Retirement Planning 

One of the biggest favors you can do for your financial future is to hire a certified financial planner. A certified financial planner (CFP) is what’s called a fiduciary. A fiduciary is obligated to operate with their client’s best interests in mind. You can hire a CFP to create a financial plan for a one-time fee or you can have the CFP on retainer. 

Many CFPs don’t charge a retainer fee if you have them act as a manager to your accounts. In this arrangement, your CFP earns a percentage of the value of your accounts, usually around 1%. The beauty of the fiduciary duty is that your CFP doesn’t make money unless you make money.

A CFP can help you decide when to take Social Security and when to withdraw funds from pension and savings. 

If You’re Retired

If you are retired, things start getting more complicated. You still have options, though.

Long-term Care Insurance

You can still look into long-term care insurance. The monthly fees will be higher, but it will give you great peace of mind.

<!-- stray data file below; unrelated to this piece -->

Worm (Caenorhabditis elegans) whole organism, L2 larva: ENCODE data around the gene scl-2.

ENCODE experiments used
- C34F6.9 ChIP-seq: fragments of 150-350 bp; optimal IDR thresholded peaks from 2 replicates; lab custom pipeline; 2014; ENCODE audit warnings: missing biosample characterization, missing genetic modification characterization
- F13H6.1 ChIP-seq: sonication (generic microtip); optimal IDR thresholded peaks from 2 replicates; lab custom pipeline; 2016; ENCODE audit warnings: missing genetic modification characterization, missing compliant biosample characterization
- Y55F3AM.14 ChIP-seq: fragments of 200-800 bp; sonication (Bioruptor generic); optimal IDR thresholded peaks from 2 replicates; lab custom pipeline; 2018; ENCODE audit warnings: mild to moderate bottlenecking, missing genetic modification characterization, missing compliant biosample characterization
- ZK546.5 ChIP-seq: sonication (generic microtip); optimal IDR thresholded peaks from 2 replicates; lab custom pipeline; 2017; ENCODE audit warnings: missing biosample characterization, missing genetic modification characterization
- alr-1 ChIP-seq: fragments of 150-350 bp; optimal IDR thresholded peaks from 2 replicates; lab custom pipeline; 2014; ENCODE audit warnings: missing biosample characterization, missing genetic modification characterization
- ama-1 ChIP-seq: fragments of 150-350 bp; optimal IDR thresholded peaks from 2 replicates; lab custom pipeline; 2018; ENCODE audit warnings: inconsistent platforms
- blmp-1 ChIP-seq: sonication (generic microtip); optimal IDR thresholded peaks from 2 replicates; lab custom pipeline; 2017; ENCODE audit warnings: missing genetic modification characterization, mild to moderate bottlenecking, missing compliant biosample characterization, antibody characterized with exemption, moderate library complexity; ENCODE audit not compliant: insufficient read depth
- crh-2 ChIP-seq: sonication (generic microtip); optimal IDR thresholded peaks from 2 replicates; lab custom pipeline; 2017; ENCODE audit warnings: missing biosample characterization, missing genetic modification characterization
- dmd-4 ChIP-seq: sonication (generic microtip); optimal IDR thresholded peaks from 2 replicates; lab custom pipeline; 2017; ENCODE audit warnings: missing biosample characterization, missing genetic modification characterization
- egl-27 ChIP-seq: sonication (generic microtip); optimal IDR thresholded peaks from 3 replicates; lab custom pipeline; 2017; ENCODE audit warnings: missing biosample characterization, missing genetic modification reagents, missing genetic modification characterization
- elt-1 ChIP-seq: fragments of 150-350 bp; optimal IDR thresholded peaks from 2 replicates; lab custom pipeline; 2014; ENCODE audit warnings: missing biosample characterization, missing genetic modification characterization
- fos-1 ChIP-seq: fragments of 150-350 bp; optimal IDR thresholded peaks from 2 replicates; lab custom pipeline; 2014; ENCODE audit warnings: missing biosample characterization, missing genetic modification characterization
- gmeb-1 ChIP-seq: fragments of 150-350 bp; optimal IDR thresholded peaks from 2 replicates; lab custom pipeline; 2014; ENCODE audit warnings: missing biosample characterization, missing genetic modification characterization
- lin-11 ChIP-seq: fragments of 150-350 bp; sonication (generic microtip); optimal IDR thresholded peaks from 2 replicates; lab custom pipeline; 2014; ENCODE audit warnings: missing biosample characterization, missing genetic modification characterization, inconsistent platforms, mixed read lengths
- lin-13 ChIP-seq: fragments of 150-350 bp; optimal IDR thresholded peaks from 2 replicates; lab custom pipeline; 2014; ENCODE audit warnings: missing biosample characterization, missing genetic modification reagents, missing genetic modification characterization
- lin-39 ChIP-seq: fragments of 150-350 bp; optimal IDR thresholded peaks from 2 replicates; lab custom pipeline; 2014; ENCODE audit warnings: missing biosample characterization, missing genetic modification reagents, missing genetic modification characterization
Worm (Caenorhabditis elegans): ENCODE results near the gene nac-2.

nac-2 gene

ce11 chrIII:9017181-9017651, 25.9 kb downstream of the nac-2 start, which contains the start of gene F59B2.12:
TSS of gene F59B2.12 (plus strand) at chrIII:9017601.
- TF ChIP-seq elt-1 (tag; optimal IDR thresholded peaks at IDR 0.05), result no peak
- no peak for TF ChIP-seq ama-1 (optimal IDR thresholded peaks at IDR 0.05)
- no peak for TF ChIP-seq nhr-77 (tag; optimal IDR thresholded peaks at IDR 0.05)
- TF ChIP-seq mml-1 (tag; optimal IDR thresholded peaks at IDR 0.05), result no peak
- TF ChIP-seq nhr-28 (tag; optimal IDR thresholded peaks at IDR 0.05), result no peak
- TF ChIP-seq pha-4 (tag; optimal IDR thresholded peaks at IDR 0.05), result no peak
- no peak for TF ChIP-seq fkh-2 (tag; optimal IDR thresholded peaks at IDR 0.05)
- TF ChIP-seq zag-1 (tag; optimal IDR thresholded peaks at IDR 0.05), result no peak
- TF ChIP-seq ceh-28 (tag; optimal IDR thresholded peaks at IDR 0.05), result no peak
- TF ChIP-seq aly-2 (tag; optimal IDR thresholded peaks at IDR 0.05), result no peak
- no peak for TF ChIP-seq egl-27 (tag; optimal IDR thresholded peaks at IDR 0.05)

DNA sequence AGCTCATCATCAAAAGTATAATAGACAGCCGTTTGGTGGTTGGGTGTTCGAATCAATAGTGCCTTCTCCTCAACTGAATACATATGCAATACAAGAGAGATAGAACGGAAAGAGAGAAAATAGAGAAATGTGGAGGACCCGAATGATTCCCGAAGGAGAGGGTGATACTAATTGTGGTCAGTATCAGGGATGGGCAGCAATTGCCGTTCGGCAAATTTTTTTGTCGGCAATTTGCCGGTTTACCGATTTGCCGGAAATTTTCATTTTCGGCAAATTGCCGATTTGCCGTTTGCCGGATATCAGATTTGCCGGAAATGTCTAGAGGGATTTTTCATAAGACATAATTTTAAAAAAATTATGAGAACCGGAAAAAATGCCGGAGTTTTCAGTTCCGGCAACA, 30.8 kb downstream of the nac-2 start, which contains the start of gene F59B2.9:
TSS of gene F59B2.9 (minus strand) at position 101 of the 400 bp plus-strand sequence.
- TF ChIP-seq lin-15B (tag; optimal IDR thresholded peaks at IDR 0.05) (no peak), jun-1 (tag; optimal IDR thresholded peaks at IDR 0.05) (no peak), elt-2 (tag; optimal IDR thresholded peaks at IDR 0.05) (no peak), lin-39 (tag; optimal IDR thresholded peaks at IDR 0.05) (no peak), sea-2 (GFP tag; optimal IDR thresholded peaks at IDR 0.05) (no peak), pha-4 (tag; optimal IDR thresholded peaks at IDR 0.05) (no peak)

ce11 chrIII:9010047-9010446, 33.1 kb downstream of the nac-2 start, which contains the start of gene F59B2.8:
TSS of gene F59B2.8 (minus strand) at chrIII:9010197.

Know Your Benefits

There are a surprising number of programs that assist seniors financially. The trouble is, it takes a lot of time and effort to track down the right programs for you. 

Luckily, the National Council on Aging’s Benefits CheckUp site has a free search tool that can help. Benefits CheckUp have vetted over 2500 programs that offer assistance to seniors. It’s a simple process to enter your information and identify any programs that are suitable for you. 

Senior Discount Programs 

There are many discounts available to seniors. The trick is knowing where to find them. Look for retail and health-related discounts to offset your regular cost-of-living expenses. 

If You Need Care Soon

Many seniors find themselves in need of senior housing and care before they are prepared. A sudden illness or fall can result in the immediate need for monitored care. Hopefully, you’ll have some pieces in place.

Many seniors pay for senior care with a mix of financial resources. Your plan may look something like this:

  • Social Security Pension
  • 401K pensions
  • IRAs
  • Savings
  • Long-term care insurance
  • Veteran’s Benefits and other benefit programs
  • Proceeds from the sale of a house

As expensive as nursing home care is, there are living expenses that are absorbed in their fees. For example, there are no home repair bills, homeowner’s insurance, or grocery bills to pay when you live in a nursing home. It’s only a small percentage, but it’s worth figuring that into your overall costs.

Want one less thing to worry about? Contact us to see how we can help with decluttering and aging in place.